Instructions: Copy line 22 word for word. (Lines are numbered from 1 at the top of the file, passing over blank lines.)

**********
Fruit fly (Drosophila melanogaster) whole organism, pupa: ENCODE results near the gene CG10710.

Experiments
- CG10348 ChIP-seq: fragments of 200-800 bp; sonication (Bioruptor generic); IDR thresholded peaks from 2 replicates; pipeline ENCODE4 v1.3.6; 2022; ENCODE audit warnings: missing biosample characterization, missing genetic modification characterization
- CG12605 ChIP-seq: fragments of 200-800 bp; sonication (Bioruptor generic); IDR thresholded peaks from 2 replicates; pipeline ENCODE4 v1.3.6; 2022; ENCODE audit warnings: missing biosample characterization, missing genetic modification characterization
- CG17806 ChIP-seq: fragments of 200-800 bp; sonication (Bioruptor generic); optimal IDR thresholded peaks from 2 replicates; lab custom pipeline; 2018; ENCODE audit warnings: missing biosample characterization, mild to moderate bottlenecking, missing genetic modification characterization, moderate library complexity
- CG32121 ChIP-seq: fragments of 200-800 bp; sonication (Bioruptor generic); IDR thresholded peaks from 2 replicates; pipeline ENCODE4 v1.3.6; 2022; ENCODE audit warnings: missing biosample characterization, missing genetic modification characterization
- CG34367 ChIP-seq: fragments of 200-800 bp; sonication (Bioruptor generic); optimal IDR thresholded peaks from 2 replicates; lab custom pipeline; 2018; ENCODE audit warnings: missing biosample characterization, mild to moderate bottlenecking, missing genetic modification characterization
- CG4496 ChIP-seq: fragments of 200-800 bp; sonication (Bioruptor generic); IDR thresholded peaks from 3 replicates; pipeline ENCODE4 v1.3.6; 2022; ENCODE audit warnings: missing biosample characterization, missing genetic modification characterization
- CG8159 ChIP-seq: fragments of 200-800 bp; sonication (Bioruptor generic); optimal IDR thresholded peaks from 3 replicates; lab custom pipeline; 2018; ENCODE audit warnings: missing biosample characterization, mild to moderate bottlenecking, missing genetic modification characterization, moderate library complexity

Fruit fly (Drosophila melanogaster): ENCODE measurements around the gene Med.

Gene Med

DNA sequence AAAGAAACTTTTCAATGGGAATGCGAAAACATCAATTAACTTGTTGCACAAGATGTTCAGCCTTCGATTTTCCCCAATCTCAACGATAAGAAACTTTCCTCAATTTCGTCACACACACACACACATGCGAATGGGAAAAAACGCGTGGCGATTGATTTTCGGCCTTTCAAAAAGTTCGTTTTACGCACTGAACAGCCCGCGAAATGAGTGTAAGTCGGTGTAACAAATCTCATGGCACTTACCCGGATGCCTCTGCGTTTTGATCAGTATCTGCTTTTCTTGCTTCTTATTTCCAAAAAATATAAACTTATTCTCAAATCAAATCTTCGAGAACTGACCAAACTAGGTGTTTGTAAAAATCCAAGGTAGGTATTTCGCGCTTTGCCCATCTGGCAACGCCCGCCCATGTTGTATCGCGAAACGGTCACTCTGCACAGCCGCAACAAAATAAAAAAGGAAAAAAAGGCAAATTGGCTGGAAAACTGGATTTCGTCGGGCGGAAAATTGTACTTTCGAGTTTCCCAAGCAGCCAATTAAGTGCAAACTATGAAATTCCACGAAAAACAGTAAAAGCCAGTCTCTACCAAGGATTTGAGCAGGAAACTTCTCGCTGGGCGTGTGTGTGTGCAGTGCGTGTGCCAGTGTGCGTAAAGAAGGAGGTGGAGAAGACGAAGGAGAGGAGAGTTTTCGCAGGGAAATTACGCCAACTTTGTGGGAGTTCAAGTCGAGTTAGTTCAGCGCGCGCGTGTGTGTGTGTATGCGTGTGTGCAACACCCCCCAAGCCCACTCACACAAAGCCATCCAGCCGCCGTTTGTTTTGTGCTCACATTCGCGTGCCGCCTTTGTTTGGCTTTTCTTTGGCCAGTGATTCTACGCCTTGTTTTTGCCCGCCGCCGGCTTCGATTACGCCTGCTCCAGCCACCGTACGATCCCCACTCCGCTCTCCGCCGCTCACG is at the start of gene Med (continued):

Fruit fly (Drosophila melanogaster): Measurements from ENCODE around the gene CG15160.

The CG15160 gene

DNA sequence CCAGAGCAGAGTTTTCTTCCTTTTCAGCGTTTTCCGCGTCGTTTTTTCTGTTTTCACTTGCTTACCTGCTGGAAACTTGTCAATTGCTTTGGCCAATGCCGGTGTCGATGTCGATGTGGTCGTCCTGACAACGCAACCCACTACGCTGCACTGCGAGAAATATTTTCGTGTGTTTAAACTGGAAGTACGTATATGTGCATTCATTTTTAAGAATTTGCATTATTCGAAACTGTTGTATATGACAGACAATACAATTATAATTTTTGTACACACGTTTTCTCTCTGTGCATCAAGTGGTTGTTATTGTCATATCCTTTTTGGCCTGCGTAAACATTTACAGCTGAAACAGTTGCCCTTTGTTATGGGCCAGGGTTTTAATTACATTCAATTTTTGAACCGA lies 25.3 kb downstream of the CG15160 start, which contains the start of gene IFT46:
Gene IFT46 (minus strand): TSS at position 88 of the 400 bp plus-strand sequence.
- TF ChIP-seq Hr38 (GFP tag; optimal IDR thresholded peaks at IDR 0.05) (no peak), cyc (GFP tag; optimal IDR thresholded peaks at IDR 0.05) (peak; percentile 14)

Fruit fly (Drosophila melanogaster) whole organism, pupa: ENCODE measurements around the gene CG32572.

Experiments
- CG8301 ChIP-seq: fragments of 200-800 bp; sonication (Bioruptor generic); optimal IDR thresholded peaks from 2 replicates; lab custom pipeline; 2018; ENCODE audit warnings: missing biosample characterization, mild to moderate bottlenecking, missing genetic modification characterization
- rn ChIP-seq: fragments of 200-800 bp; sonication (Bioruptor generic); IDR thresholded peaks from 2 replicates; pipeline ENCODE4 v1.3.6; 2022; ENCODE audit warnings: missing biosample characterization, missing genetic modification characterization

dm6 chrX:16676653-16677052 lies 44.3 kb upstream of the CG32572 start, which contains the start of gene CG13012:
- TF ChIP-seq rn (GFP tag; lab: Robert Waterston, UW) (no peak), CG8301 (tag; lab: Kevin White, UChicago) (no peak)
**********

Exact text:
dm6 chrX:16676653-16677052 lies 44.3 kb upstream of the CG32572 start, which contains the start of gene CG13012: